I have fairly strong negative feelings about a “one-size-fits-all” approach to piano teaching. Because there are so few teachers really experienced in teaching anything but traditional classical piano, many students (particularly adults) kind of get shoe-horned into a traditional approach when in fact they have no desire to play repertoire from the classical world.
What suggestions would you give to teachers of piano or music generally?
Learning to play tunes from a lead sheets is a vital skill that will open a giant door through which you can not only vastly improve your own playing, but also can expand the scope of your teaching to help you produce well-rounded students equally comfortable playing a classically notated piece or a tune from a lead sheet.
Are there any "tips" you might have for teachers of classical piano who might be considering introducing lead sheets in part of their teaching of non-classical genres?
Yes. Do it! Make the jump! Make sure you work on tunes that both you and your students both know well. It's tough at first, but you must break away from the notion that progress is reading new material. Instead, progress is playing already known tunes more musically and stylistically authentic.
Have faith that if you are a decent classical piano player you have MORE than enough skill to play in this style. It's just that you don't yet have the hundreds of hours of experience that you probably have in teaching classical genres.
The only way to get that experience is to dive in and start. You'll be glad you did once you realize how fun it will be for both you AND your students.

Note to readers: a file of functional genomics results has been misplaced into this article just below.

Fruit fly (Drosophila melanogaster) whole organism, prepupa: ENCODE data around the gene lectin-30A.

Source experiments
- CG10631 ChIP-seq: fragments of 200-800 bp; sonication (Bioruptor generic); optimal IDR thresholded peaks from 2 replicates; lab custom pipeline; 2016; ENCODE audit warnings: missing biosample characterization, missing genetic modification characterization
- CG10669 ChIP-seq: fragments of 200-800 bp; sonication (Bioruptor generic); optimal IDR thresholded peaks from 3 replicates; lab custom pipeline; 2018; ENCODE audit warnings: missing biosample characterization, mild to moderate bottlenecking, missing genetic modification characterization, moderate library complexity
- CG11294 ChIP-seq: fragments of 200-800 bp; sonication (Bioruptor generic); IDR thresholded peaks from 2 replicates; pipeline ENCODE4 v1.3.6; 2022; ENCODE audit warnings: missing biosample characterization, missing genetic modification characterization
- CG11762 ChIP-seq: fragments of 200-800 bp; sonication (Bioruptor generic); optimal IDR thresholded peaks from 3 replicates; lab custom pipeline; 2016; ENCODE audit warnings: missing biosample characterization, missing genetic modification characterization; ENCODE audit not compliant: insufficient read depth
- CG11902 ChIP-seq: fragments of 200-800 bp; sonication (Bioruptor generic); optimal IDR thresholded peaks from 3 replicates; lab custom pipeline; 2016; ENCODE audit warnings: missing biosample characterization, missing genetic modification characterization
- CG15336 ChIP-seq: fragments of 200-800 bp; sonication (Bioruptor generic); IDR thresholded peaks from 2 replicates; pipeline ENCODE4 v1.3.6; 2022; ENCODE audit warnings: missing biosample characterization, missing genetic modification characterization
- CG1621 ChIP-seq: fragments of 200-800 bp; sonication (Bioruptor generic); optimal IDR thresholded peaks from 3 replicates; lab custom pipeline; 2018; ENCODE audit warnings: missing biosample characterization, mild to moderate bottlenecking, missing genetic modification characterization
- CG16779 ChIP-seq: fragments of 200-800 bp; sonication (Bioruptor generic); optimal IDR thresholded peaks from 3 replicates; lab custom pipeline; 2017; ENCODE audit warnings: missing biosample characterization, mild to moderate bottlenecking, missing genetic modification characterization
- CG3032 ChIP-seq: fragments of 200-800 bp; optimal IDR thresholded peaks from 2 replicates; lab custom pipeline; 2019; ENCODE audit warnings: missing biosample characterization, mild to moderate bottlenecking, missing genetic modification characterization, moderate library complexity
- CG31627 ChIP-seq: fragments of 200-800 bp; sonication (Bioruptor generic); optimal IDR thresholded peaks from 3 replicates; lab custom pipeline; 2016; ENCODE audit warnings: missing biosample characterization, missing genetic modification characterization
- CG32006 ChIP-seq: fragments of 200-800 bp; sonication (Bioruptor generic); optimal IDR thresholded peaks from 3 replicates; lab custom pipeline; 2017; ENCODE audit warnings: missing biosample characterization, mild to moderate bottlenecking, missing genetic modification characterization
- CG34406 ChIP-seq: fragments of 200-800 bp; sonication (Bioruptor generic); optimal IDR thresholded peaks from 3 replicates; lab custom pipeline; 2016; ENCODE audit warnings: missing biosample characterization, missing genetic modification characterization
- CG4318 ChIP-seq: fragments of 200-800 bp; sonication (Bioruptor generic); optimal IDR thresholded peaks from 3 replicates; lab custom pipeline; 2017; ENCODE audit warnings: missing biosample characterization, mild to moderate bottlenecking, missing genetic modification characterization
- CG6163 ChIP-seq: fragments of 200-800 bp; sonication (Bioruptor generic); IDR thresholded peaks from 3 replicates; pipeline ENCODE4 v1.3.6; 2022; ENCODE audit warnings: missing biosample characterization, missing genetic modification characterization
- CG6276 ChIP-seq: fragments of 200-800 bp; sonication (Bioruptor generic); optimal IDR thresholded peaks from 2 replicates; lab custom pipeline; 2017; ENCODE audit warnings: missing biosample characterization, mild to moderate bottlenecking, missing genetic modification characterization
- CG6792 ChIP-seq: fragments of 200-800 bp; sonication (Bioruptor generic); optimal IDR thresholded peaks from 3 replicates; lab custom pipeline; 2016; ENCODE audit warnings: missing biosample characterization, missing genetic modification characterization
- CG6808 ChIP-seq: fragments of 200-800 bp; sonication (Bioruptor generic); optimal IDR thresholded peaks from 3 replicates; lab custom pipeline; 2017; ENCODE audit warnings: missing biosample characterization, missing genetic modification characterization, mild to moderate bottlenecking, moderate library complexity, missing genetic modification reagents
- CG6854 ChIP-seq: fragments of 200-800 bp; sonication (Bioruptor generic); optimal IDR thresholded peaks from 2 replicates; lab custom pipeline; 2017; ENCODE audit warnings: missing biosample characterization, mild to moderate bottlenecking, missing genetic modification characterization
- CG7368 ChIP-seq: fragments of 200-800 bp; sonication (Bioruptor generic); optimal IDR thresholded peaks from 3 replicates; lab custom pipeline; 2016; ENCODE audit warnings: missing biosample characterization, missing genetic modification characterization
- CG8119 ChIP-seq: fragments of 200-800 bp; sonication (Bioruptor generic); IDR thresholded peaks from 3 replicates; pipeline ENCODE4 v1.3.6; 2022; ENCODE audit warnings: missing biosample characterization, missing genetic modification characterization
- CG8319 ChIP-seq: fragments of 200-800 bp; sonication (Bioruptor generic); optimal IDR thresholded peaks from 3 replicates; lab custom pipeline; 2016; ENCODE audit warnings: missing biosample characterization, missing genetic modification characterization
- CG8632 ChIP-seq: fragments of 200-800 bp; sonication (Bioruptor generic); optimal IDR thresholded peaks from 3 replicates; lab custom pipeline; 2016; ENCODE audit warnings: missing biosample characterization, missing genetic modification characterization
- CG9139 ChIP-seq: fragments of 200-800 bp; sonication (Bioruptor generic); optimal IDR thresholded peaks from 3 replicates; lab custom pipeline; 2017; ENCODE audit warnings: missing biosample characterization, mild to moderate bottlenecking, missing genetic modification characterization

you consider lead sheet training a replacement for classical training
or complementary to it?
Absolutely, positively, undeniably, 100% - yes.
I’d hate to have to make a living as a player. It’s the sad reality that it is almost impossible to make a decent living purely as a player these days. If you can find something music related that you enjoy that will pay the bills, it sure takes the pressure off of, and thus allows you to still really enjoy, your passion for playing.
What does it take to be a "successful" musician or music educator?
I’m sure if you asked 100 people you’d get 100 different answers, so here’s my simple answer:
I define musical success as having fun while playing your instrument. Period.
Do you have a favorite pianist and, if so, what attracts you to that person's performances?
Andre Previn, due to his mastery of the whole universe of western music, both classical and jazz. He’s my hero, due to the great example that he has set his whole life of understanding that both Classical music and Jazz music is worthy of your study and efforts. Neither is better or worse, they are just two different glorious exercises.
What is it that you do differently, or with different emphasis, from some other teachers?
I strongly emphasize teaching how to play non-classical tunes using lead sheets as opposed to standard notation. Classical repertoire should be studied with grand staff notation, and non-classical repertoire should be taught using lead sheets. Both are equally important and both should be taught authentically using the correct type of notation for the job at hand.
You are the creator and host of The Piano Guy program on PBS. What led you to develop this program?
I had given a workshop called “Play Piano in a Flash” close to 400 times over a 5 year period at universities and community colleges nationwide. The enrollments were excellent and the reviews were glowing. When I began, I earnestly thought that the attendees would be already “attached” in some way to music education. Either that they were players of another instrument wanting to improve their piano skills, or vocalists who wanted to accompany themselves singing, or accomplished classical pianists wanting to learn more about non-classical styles and how to authentically play them on a piano. I was dead wrong.